The Joint Committee on Privacy and Injunctions, set up last July following “super-injunction spring”, has published its Report.  In the 59 page document the Committee comes out against a privacy statute and commends the approach now being taken by the courts.  Controversially, it supports the “PCC 2.0” approach to media regulation and suggests that, for the present, there should be no statutory backing for the new regulator.

The formal minutes of the Committee’s session on 12 March 2012 reveal substantial disagreement about the contents of the report

The Committee’s  recommendations contain a number of proposals for enhancing privacy protection.  For example, it recommends that  corporations such as Google should take practical steps to limit the potential for breaches of court orders through use of their products and, if they fail to do so, legislation should be introduced to force them to.

In relation to “pre-notification”, it recommends that it should be a requirement of a regulatory code that if a newspaper is intending to publish a story which concerns the private life of an individual then the subject of the story should be notified in advance unless there are compelling reasons not to.

The Committee accepts that the PCC lacked the power, sanctions or independence necessary to be truly effective  but, surprisingly, comes out against statutory underpinning for a new regulatory regime, offering the press another stay in the “last chance saloon”.  The report says

“At this stage we do not recommend statutory backing for the new regulator. Instead, assuming Lord Hunt’s proposals are adopted by all publishers, we recommend that a standing commission comprising members of both Houses of Parliament be established to scrutinise the process of reform over the coming years. The standing commission will report annually to Parliament on the progress of reform and the effectiveness of the reformed regulator. The annual report should be debated in both Houses.  …  However, should the industry fail to establish an independent regulator which commands public confidence, the Government should seriously consider establishing some form of statutory oversight” (paras 187 to 188).

The minutes reveal that an the Committee voted 12 to 8 to reject an amendment by Lord Hollick to state that the conclusion should be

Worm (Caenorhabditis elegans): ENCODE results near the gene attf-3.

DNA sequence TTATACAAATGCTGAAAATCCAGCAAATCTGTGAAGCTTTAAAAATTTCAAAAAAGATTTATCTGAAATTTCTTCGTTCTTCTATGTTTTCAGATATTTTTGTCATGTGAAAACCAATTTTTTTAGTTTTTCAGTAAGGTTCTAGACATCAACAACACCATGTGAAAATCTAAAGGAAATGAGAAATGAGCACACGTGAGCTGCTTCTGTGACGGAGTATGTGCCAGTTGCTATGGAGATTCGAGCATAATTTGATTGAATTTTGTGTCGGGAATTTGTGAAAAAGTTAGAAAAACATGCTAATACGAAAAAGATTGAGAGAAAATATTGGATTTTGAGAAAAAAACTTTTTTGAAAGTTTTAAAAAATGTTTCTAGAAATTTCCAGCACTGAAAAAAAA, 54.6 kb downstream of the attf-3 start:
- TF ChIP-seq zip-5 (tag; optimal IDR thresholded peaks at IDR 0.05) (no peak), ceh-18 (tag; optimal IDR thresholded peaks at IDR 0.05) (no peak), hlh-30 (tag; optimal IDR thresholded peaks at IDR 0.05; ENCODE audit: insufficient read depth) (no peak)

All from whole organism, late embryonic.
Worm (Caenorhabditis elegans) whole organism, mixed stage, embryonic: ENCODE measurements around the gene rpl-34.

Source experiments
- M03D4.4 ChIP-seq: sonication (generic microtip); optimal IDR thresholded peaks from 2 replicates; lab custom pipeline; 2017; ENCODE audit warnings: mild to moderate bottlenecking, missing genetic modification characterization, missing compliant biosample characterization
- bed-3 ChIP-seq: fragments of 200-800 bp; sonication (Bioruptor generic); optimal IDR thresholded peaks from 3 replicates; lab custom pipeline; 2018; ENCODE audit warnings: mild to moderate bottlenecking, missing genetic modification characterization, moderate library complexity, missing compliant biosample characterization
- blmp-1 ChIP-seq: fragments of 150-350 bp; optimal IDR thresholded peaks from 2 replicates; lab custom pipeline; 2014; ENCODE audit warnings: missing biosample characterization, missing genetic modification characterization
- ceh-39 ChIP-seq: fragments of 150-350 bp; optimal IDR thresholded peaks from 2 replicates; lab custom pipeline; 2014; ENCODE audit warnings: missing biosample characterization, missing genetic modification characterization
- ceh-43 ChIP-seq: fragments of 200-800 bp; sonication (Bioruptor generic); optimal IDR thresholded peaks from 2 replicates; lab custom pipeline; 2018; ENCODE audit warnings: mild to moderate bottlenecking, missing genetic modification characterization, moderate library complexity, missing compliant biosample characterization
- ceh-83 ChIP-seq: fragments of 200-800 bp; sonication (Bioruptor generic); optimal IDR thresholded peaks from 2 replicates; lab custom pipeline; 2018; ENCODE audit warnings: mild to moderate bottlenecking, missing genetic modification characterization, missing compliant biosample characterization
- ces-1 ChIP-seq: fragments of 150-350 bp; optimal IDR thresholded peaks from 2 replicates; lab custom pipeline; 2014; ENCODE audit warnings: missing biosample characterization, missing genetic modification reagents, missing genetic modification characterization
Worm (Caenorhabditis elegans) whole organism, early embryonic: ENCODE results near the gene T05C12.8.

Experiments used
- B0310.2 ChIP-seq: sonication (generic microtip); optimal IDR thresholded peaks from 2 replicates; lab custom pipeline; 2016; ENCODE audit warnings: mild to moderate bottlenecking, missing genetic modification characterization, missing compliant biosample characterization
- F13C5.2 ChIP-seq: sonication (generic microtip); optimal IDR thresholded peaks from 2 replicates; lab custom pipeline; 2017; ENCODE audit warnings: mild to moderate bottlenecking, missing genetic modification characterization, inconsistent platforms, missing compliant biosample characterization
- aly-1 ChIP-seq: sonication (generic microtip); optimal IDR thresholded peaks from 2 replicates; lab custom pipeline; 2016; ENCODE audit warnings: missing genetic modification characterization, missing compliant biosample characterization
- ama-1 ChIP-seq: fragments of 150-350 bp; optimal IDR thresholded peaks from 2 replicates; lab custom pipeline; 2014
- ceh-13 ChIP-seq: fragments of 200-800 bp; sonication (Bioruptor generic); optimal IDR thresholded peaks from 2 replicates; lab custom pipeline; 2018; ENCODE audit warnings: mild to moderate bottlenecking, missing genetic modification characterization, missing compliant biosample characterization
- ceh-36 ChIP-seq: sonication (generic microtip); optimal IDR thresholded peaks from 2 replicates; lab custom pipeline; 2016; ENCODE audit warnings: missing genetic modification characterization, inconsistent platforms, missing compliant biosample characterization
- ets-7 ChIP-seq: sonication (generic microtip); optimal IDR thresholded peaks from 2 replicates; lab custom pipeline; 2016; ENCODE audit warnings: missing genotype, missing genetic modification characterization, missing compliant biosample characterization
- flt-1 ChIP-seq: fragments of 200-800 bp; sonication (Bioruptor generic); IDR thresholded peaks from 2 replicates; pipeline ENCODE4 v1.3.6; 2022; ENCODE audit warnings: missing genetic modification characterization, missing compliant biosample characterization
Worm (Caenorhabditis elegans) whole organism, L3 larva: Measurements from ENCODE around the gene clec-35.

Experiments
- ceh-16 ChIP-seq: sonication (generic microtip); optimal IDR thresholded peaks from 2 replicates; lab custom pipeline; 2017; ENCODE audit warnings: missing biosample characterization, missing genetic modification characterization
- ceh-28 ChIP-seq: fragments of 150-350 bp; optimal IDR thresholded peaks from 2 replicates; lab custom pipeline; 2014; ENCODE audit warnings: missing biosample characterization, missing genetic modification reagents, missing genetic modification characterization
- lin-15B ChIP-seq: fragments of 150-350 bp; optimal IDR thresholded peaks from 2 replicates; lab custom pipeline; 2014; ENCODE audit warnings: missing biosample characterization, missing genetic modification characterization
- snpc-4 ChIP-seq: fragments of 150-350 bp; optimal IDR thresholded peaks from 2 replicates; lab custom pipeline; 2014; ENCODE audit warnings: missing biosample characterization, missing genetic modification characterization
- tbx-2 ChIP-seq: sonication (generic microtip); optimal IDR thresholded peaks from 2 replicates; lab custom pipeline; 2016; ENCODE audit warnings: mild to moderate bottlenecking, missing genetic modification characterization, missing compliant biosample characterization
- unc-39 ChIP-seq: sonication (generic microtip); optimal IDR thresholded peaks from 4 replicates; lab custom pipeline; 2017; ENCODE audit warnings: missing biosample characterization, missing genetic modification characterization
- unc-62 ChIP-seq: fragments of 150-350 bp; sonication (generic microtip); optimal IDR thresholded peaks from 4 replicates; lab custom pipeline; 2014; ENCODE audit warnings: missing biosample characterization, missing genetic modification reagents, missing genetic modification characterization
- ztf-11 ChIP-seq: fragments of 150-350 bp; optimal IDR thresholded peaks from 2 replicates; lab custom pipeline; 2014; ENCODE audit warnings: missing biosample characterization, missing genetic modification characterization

“we think that statutory oversight of the reformed regulator is desirable. Otherwise major publishers could opt out of its regulation. Statutory oversight of the regulator would give it more authority over the industry and give the public greater confidence in it.”

The detailed conclusions and recommendations of the Committee include the following

  • It does not recommend a statute declaring in broad terms the right to privacy. It disagrees with criticisms that privacy law has been “judge made” and does not have parliamentary authority; it has evolved from the Human Rights Act 1998 (para 41).
  • It does not recommend a statutory definition of the public interest, as the decision of where the public interest lies in a particular case is a matter of judgment, and is best taken by the courts in privacy cases. (para 50).
  • It does not recommend any alteration to the law under section 12 of the Human Rights Act 1998 (para 59).
  • It recommends that super-injunctions and anonymised injunctions that were granted before the Master of the Rolls’ committee’s report and are still in force are reviewed by the courts to ensure they are still necessary (para 65).
  • It believes the Attorney General should be more willing to exercise his power as Guardian of the Public Interest to bring actions for civil contempt of court in respect of breaches of injunctions online. The threshold for him intervening should be lower. Such action would provide a strong deterrent against future such breaches (para 104).
  • It recommends that, when granting an injunction, courts should be proactive in directing the claimant to serve notice on internet content platforms, such as Twitter and Facebook. (para 109).
  • Google and other search engines should take steps to ensure that their websites are not used as vehicles to breach the law and should actively develop and use such technology. It recommends that if legislation is necessary to require them to do so it should be introduced (para 115).